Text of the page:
Literary biographies are one of my favorite reading areas. It seems the 21th century is getting off to a great start with lots of wonderfully researched and elegantly written biographies of authors in the last few years. Woman of Rome A Life of Elsa Morante by Lilly Tuck exemplifies this. The author of a biography of a famous author has a difficult task. The temptation is to use the life history of the subject as resulting in her works, to,identifying characters in an author's work with real people in her life.
Elsa Morante (1912 to 1985) most highly regarded novels are History and the cult classic, Arturo's Island. She published lots of short stories, a good bit of political journalism, she was a communist as were most Italian writers and intellectuals of the period. She married in 1941 the novelist Alberto Moravio, author of numerous novels including Woman of Rome, the source of the title for Tuck's biography. She got her literary start publishing short stories.
Morante was born into a struggling to get by high drama family. She learned early what it meant to be a woman of Rome. She was not of the temperment or inclination to work in a mundane job, a shop or a factory were not of interest to her. Tuck tells us she occasionally prostituted herself, as did the central character in Woman of Rome. From an early age she developed a love for reading. Morante and her husband were both half-Jewish. When the Germans occupied Rome in 1943, they moved to a remote village in the mountains and stayed there until the war was over. Tuck shows us how from this experience came Morante's very powerful History. (I hope to read this in February.) I was moved when Tuck explained how Morante insisted this book be priced so as to make it affordable by as many people as possible. The well known translator William Weaver helped produce an English language edition.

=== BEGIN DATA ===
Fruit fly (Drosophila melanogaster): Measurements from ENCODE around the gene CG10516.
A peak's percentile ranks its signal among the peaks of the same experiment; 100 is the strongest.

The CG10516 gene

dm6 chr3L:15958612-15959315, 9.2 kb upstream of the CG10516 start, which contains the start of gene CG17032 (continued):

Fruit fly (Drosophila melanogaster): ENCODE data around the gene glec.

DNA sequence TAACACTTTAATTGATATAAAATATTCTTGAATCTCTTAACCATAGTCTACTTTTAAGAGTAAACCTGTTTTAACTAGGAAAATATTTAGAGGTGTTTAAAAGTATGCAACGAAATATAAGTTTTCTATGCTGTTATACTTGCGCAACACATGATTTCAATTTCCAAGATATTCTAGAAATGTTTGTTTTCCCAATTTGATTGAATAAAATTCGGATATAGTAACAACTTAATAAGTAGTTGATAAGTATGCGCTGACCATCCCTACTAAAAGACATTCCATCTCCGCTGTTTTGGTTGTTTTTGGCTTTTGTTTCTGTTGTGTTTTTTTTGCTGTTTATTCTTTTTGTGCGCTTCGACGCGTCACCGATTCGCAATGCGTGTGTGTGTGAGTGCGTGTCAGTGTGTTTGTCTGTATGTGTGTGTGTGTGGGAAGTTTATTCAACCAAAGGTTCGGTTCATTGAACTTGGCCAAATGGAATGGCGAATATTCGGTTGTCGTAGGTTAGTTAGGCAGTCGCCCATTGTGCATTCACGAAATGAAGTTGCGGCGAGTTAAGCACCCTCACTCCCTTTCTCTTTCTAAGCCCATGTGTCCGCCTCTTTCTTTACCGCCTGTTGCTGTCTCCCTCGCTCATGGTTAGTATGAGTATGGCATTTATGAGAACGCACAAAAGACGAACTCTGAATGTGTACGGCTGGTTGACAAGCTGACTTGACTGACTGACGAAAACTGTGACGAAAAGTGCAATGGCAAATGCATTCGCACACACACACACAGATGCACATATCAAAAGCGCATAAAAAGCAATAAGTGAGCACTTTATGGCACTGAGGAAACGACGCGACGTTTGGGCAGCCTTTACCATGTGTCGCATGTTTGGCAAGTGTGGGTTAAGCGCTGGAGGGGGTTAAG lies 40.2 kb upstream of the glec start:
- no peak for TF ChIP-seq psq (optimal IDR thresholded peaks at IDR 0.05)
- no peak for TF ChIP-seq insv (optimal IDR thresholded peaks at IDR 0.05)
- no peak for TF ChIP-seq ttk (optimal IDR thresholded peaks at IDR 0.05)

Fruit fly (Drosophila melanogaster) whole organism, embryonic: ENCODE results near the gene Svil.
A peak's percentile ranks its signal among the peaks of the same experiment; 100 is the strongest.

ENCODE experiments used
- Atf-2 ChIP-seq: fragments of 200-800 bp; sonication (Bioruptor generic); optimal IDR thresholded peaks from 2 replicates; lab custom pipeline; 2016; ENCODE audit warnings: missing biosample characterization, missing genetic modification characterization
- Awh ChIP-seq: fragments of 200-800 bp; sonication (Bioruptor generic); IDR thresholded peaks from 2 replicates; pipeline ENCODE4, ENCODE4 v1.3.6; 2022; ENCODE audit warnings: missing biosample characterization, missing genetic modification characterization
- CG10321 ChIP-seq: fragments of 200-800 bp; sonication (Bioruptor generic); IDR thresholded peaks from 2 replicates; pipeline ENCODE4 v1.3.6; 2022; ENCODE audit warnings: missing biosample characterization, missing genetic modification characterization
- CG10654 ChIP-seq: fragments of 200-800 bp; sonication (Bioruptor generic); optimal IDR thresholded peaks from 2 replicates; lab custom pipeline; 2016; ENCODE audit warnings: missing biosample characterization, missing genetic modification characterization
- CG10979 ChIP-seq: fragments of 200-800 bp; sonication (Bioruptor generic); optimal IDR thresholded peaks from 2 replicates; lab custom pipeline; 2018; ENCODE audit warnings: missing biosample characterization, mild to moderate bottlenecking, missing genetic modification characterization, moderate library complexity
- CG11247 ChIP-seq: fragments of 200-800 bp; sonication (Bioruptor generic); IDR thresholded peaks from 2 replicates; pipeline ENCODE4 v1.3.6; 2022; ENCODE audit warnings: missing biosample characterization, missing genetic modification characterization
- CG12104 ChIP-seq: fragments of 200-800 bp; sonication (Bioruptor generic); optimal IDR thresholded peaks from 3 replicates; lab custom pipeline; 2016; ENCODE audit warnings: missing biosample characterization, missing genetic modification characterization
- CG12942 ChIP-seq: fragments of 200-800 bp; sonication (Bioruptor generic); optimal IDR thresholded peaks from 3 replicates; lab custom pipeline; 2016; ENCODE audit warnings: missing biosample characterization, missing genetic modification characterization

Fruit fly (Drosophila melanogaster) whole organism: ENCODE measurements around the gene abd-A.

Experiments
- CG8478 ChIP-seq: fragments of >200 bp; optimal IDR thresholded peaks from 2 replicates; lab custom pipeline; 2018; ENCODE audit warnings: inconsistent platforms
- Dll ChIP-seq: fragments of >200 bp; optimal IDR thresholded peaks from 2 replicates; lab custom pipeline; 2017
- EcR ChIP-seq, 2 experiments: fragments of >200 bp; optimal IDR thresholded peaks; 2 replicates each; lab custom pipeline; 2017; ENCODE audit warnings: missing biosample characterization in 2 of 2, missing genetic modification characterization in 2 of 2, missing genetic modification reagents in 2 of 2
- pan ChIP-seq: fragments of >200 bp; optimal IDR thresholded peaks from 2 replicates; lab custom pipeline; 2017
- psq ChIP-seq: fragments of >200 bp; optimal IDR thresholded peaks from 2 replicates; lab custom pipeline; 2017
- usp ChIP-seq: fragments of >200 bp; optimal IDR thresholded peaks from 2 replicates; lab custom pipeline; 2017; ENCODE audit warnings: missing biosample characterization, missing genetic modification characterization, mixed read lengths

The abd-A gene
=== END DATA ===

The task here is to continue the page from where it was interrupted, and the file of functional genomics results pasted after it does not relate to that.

Tuck devotes a lot of space to commentary on the novels of Morante, showing how her life experiences influenced her work. Morante's marriage was not a great match. They were not at all a conventional literary couple. Both had other relationships. They divorced in 1961. Morante liked handsome, artistic, sometimes bisexual men years younger than herself and Tuck elegantly describes her various relationships.
Morante loved cats, especially Siamese cats, at times seemingly preferring them to people, an attitude I sometimes share.
"Animals are angels and Siamese cats are archangels" - Elsa Morante
I enjoyed this book a lot. Morganite had a very interesting life and Tuck takes us along.